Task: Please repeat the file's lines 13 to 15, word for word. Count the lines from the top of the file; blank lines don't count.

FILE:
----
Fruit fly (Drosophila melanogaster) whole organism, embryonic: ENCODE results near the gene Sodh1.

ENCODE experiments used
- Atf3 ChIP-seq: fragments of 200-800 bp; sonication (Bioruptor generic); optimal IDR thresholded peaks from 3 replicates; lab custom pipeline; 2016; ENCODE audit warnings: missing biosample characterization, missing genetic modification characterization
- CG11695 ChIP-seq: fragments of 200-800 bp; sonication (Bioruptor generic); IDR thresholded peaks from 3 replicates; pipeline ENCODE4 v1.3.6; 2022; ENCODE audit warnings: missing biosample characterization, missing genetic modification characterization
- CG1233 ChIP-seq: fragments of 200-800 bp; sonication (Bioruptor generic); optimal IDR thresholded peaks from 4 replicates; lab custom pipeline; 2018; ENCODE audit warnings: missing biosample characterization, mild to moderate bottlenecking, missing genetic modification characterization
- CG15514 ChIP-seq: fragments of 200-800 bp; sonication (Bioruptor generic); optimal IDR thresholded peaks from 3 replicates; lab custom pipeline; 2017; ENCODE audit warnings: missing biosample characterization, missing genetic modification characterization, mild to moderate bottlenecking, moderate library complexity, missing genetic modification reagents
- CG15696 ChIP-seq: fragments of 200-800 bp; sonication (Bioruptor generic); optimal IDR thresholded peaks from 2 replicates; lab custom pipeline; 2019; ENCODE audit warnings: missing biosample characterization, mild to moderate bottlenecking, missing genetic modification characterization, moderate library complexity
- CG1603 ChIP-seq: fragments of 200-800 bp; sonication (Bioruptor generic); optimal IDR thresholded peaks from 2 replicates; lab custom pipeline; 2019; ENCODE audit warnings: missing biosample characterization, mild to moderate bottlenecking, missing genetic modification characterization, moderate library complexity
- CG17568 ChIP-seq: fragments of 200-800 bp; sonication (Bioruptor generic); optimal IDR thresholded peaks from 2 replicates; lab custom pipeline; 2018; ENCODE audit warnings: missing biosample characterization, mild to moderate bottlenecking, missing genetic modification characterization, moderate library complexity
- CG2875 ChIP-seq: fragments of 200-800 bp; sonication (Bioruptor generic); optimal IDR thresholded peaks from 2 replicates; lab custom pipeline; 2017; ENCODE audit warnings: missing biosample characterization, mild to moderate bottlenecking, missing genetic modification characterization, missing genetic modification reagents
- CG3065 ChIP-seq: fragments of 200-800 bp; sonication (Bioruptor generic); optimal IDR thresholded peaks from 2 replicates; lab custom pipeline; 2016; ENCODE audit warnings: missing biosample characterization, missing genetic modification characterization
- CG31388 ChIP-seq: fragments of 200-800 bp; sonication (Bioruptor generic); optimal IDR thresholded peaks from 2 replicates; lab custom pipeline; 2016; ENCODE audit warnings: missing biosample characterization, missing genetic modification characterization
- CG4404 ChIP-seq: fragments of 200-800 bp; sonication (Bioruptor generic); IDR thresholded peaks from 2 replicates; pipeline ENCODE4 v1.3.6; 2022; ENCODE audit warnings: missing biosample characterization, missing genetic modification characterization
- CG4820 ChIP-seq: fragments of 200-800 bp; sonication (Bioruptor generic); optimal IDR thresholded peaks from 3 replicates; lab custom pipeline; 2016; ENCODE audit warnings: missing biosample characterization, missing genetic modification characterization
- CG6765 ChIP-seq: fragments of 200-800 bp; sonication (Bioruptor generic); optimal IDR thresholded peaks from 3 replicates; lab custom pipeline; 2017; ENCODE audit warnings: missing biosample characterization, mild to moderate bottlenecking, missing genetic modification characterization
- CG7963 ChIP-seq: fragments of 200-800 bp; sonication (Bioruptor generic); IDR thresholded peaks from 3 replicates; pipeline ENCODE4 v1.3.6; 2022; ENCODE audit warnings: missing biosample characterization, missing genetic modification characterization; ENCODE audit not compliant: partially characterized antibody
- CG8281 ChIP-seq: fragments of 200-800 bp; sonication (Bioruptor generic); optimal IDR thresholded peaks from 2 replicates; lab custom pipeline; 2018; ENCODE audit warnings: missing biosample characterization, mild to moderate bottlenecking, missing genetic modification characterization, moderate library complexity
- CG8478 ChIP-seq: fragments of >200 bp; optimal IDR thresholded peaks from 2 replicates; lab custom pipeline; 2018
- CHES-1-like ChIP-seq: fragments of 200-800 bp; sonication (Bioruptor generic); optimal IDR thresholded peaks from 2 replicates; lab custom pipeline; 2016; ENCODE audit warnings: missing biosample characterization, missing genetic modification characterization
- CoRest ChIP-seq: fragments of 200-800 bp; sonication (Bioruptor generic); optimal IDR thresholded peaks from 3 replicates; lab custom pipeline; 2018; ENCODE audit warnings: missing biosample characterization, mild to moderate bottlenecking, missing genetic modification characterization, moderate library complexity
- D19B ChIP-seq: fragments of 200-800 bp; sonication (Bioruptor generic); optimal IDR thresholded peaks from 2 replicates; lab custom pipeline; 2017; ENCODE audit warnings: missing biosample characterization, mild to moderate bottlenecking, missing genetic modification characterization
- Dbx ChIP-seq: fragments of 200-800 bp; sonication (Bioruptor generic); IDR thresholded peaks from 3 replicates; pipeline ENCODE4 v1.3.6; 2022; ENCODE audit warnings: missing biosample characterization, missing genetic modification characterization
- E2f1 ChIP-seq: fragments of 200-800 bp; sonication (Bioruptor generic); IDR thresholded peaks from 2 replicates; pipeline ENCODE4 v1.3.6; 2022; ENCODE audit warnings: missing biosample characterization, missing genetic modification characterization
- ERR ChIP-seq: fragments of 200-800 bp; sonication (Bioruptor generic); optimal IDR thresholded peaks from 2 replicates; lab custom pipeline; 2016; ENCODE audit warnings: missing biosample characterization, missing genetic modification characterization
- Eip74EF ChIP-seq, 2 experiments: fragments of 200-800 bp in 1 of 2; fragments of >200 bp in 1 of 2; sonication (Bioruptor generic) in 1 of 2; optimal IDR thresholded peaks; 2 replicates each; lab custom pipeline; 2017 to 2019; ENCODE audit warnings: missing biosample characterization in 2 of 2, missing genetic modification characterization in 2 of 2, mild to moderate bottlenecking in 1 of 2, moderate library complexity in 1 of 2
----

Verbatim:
- CG4404 ChIP-seq: fragments of 200-800 bp; sonication (Bioruptor generic); IDR thresholded peaks from 2 replicates; pipeline ENCODE4 v1.3.6; 2022; ENCODE audit warnings: missing biosample characterization, missing genetic modification characterization
- CG4820 ChIP-seq: fragments of 200-800 bp; sonication (Bioruptor generic); optimal IDR thresholded peaks from 3 replicates; lab custom pipeline; 2016; ENCODE audit warnings: missing biosample characterization, missing genetic modification characterization
- CG6765 ChIP-seq: fragments of 200-800 bp; sonication (Bioruptor generic); optimal IDR thresholded peaks from 3 replicates; lab custom pipeline; 2017; ENCODE audit warnings: missing biosample characterization, mild to moderate bottlenecking, missing genetic modification characterization